Shad Bay Treasure Hunt

It’s not famous like Oak Island, but Shad Bay also has legends of pirates, treasure and treasure hunters, including two men who gave up on finding buried treasure and switched to prospecting for minerals.

Tradition suggests pirate treasure was buried on Cochran Island (aka Big Island) in Shad Bay, Halifax County, about 10 kilometres northeast of Peggy’s Cove. There is little documentation about the alleged treasure and efforts to find it, but several short references can be found online. For example, a pirate named Captain Howles is said to have buried gold and other valuables on the island.

Another legend says Cochran Island used to be known as Weeping Widows Island because Captain Kidd had 43 men bury treasure there and then killed them to keep the location secret.

A number of people have tried to find the treasure, including American Charles Ganton who came to Nova Scotia in 1892 to look for it. Ganton gave up after digging a shaft 30-feet deep.

No treasure has been discovered but a large, flat rock is rumoured to have been found underground by searchers, and there are suggestions that the treasure’s hiding spot is booby trapped – all very similar to what is said about Oak Island’s Money Pit.

More substantive documentation appears in the 1937 annual report of the Nova Scotia Department of Mines, which reported that James P. Nolan and Rupert Allen were exploring Cochran Island: “Years ago it was supposed that treasure was buried on the island. As far back as any of the residents can recall there was evidence of digging having been carried out. An old map showing an island as the place of burial of considerable treasure is reported to be in existence, and from the description given, Cochran Island was believed to be the one indicated on the map. By the use of mineral rod operated by Mr. Nolan a point of maximum pull was located and a shaft started on the property.”

By “mineral rod,” the report perhaps means a dowsing rod, a forked stick used to locate underground water, minerals, or other hidden or lost substances. Dowsing is best known as a way to locate water sources, in theory at least, but it has also been used for centuries to look for minerals. The “point of maximum pull” would be where the dowsing road pointed toward the ground, theoretically where the treasure was located (

However, Nolan was also pitching some sort of gold-finding machine in that period, and it may be what the annual report referred to. Letters written in 1937 by Gilbert Hedden, who bought the eastern end of Oak Island in 1935 and explored for treasure until 1937, show that Nolan was trying to convince Hedden to use the invention on Oak Island. Hedden was skeptical: “I replied that I would be far more interested if they could produce positive results on the island in Shad Bay where he is working, and I think it will be some time before we hear from him again” (

Hedden’s doubts about Nolan are also apparent in a 1938 letter in which he suggests Nolan may have lied about finding a large stone buried on Cochran Island which sounds similar to Oak Island’s 90-foot stone: “There is a strong possibility that he is trying to raise funds to continue his work at Shad Bay and has concocted this tale and produced a rock to attract interest.”

A 1940 Department of Mines memo refers to Nolan’s gold-finding machine as “a so-called mineral detector,” a phrase that also conveys skepticism. In that case, Nolan used the machine to convince Father John Lanigan of Prospect, Halifax County, to spend church funds exploring for gold in Terence Bay. No gold was found at the site and Department staff believed the site had no potential (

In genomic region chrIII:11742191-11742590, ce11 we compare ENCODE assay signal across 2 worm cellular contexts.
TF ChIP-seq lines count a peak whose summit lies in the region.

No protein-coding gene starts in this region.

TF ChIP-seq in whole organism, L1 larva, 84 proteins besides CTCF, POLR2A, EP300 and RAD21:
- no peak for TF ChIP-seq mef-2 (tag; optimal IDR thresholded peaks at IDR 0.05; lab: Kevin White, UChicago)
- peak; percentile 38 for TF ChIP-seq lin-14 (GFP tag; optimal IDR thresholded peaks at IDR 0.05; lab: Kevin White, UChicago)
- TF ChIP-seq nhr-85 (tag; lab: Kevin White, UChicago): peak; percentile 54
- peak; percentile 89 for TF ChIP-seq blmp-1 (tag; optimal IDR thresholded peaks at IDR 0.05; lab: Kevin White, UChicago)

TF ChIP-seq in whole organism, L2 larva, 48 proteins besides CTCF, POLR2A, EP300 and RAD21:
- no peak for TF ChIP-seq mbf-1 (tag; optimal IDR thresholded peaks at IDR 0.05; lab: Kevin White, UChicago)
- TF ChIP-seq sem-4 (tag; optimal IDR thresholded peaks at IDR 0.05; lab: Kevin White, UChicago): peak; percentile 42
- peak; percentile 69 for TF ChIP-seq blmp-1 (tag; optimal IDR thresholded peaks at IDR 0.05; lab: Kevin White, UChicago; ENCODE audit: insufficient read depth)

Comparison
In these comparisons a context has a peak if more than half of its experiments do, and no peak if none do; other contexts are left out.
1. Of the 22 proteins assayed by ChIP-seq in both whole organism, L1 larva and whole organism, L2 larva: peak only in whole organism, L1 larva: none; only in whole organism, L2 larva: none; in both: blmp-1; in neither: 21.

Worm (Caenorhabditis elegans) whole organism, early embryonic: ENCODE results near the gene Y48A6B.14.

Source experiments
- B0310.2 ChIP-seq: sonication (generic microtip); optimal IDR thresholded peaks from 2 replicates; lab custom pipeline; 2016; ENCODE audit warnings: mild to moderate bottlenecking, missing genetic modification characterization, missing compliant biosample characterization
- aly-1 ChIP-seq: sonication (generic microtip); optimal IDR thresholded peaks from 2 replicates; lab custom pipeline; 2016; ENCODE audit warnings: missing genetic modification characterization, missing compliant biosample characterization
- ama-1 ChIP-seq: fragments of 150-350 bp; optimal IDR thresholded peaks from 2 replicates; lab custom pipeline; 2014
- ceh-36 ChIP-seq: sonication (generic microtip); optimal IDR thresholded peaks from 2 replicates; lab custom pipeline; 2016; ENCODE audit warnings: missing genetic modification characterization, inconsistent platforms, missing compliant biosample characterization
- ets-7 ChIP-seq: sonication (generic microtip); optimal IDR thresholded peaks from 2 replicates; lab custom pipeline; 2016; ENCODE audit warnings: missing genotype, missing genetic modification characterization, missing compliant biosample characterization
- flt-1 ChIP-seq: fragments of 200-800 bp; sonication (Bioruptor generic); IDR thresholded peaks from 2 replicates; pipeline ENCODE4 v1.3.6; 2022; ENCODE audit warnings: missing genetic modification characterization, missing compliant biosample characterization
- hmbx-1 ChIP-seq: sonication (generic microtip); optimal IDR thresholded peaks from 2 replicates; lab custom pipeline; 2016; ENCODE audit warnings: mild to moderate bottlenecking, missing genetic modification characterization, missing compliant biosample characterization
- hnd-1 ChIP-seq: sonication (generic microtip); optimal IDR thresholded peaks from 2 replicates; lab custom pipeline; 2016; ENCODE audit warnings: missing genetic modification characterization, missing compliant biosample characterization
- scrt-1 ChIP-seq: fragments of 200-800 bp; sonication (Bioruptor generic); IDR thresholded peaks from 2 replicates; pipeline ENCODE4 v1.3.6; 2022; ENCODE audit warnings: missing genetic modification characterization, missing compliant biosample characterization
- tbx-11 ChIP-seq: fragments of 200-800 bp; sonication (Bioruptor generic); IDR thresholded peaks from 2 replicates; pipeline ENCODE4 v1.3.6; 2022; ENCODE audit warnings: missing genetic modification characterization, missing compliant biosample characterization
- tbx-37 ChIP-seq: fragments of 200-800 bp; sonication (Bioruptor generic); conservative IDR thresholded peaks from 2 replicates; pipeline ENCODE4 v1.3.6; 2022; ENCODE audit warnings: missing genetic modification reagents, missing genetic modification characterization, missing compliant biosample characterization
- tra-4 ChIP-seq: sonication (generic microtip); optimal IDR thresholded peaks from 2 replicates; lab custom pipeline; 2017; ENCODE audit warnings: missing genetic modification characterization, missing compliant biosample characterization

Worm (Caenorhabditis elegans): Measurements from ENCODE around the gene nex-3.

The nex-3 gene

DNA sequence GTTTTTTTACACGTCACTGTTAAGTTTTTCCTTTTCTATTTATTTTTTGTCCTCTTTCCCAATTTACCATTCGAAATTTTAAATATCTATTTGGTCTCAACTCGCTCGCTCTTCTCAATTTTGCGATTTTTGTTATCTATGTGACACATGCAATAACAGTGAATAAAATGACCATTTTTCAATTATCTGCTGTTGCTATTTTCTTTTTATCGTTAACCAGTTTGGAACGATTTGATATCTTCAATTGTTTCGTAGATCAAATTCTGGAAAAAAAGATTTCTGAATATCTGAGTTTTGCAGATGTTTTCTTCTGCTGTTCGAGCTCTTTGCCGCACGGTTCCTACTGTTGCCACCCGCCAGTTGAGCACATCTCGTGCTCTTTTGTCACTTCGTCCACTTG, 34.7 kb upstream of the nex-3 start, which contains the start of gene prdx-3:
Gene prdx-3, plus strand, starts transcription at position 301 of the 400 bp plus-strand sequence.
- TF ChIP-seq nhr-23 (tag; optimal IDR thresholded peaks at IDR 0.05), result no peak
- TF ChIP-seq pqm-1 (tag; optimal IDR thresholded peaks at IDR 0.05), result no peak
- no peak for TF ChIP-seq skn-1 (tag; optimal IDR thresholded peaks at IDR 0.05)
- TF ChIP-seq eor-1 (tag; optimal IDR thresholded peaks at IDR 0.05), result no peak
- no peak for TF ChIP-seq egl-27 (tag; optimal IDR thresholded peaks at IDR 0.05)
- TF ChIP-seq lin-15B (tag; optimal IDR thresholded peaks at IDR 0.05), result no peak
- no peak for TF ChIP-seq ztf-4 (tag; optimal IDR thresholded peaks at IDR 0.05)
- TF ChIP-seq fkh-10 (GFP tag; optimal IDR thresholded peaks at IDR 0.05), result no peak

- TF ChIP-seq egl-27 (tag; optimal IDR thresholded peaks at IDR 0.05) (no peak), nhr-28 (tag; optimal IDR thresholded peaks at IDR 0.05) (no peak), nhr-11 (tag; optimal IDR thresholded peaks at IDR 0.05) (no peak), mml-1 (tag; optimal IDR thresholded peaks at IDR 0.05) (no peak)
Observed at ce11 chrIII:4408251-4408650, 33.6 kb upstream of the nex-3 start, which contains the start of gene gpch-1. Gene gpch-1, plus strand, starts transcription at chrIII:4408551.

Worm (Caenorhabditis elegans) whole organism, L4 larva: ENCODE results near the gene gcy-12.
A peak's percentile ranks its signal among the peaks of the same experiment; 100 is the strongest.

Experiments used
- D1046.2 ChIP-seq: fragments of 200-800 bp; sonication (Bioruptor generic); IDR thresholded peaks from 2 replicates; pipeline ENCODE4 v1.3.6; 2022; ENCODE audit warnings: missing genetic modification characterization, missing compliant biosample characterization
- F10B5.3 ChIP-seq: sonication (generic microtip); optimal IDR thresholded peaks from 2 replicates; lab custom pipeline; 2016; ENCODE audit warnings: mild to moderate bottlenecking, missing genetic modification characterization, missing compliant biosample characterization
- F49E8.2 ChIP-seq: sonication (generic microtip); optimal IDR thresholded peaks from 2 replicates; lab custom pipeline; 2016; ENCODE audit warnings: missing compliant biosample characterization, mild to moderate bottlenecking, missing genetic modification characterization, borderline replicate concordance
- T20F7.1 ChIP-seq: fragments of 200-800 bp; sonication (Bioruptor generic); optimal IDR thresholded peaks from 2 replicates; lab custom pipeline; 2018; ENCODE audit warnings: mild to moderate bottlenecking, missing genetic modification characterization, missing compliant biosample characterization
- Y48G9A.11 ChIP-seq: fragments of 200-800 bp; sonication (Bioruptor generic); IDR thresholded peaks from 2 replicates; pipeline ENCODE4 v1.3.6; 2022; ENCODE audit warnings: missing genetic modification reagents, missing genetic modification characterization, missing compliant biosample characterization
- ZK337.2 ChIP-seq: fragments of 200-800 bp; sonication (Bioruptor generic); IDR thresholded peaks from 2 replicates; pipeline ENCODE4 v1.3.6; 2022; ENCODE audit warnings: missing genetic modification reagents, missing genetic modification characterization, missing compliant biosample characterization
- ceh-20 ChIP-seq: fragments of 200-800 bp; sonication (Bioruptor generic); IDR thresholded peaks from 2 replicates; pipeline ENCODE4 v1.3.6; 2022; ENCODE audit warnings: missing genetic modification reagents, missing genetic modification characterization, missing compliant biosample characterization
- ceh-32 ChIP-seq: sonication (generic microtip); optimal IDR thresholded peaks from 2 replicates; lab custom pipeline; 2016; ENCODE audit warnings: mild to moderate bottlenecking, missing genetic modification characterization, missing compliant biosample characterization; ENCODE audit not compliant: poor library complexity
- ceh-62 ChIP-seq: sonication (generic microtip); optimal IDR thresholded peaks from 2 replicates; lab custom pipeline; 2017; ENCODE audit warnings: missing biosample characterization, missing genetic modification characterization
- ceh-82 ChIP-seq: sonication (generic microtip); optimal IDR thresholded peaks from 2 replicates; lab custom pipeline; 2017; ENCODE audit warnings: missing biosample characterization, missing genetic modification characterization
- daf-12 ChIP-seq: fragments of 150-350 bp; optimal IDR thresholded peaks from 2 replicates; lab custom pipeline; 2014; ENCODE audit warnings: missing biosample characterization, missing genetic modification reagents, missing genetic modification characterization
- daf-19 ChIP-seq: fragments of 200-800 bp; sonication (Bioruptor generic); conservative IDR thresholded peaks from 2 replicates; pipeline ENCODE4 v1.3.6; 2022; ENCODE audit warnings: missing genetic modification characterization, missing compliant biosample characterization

Regardless of which method Nolan used to choose the location, a 33-foot shaft was dug at the northern end of Cochrane Island, eight feet of which were in bedrock. This effectively ruled out finding buried treasure in the shaft since someone hiding treasure would not go to the trouble of digging through bedrock – dirt is sufficient to hide something, and much easier to dig through.

The memo said, “This of course disproved the treasure theory so that they are now looking for a valuable mineral deposit in a cavity which they encountered in the rock. This is apparently the fissure through which salt water is entering the shaft.” The men apparently had enough faith in Nolan’s abilities that they assumed something valuable had to be buried at the site he chose – if not pirate treasure, perhaps gold.

The reference to a fissure – a crack – is another similarity to Oak Island. Seawater entered the Cochrane Island shaft, likely through the natural fissure, but this was taken by some to mean the site was booby trapped as the Money Pit is said to be.

Nolan and Allen went on to dig a second shaft that was deeper than the first (37 feet) and larger (6x12 feet compared to 4x6 feet). They employed six men in 1937.

In 1938, Nolan and Allen returned to Cochran Island. They deepened the shaft and did some diamond exploration drilling from its bottom in search of the gold or other metals they believed had triggered the dowsing rod or mineral detector.

There are no other records of activity at the site, which suggests the drilling did not produce any results worth following up on.

You use gold every day. For example, it is in the device you are reading this on! Electrical signals can be interrupted by corrosion at contact points in circuitry. This can affect the proper functioning of electronics, so gold is used at contact points to ensure the signals flow properly through them. Gold is expensive so we only use it when its unique characteristics make it the best material.

Geology may explain some of Oak Island's mysteries. See the story at

Gilbert Hedden did not just search for treasure on Oak Island – he also took over exploration work at the Jubilee zinc-lead deposit in Victoria County. See the story at